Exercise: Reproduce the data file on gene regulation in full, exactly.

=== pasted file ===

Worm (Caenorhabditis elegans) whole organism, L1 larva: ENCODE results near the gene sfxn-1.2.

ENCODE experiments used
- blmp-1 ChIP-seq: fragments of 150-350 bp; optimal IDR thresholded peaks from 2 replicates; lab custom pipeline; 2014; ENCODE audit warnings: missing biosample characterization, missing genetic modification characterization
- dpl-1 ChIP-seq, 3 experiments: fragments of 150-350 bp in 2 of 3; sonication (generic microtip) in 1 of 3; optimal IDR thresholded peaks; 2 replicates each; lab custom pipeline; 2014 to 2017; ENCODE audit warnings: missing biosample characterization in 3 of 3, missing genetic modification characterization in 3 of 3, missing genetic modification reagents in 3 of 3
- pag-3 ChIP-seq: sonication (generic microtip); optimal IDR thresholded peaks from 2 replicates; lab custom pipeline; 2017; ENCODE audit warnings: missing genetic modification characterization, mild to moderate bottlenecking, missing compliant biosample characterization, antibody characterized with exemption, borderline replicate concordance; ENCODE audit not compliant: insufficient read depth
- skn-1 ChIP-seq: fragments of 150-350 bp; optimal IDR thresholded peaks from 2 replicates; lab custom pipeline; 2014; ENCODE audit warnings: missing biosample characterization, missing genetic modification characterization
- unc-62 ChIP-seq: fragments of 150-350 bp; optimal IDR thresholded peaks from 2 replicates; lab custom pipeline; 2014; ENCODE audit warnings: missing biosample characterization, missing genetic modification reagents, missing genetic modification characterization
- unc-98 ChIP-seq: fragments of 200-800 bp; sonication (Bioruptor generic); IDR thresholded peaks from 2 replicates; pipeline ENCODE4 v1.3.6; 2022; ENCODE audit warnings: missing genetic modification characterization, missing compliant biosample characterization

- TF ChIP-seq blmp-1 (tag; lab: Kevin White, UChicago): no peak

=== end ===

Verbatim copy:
Worm (Caenorhabditis elegans) whole organism, L1 larva: ENCODE results near the gene sfxn-1.2.

ENCODE experiments used
- blmp-1 ChIP-seq: fragments of 150-350 bp; optimal IDR thresholded peaks from 2 replicates; lab custom pipeline; 2014; ENCODE audit warnings: missing biosample characterization, missing genetic modification characterization
- dpl-1 ChIP-seq, 3 experiments: fragments of 150-350 bp in 2 of 3; sonication (generic microtip) in 1 of 3; optimal IDR thresholded peaks; 2 replicates each; lab custom pipeline; 2014 to 2017; ENCODE audit warnings: missing biosample characterization in 3 of 3, missing genetic modification characterization in 3 of 3, missing genetic modification reagents in 3 of 3
- pag-3 ChIP-seq: sonication (generic microtip); optimal IDR thresholded peaks from 2 replicates; lab custom pipeline; 2017; ENCODE audit warnings: missing genetic modification characterization, mild to moderate bottlenecking, missing compliant biosample characterization, antibody characterized with exemption, borderline replicate concordance; ENCODE audit not compliant: insufficient read depth
- skn-1 ChIP-seq: fragments of 150-350 bp; optimal IDR thresholded peaks from 2 replicates; lab custom pipeline; 2014; ENCODE audit warnings: missing biosample characterization, missing genetic modification characterization
- unc-62 ChIP-seq: fragments of 150-350 bp; optimal IDR thresholded peaks from 2 replicates; lab custom pipeline; 2014; ENCODE audit warnings: missing biosample characterization, missing genetic modification reagents, missing genetic modification characterization
- unc-98 ChIP-seq: fragments of 200-800 bp; sonication (Bioruptor generic); IDR thresholded peaks from 2 replicates; pipeline ENCODE4 v1.3.6; 2022; ENCODE audit warnings: missing genetic modification characterization, missing compliant biosample characterization

- TF ChIP-seq blmp-1 (tag; lab: Kevin White, UChicago): no peak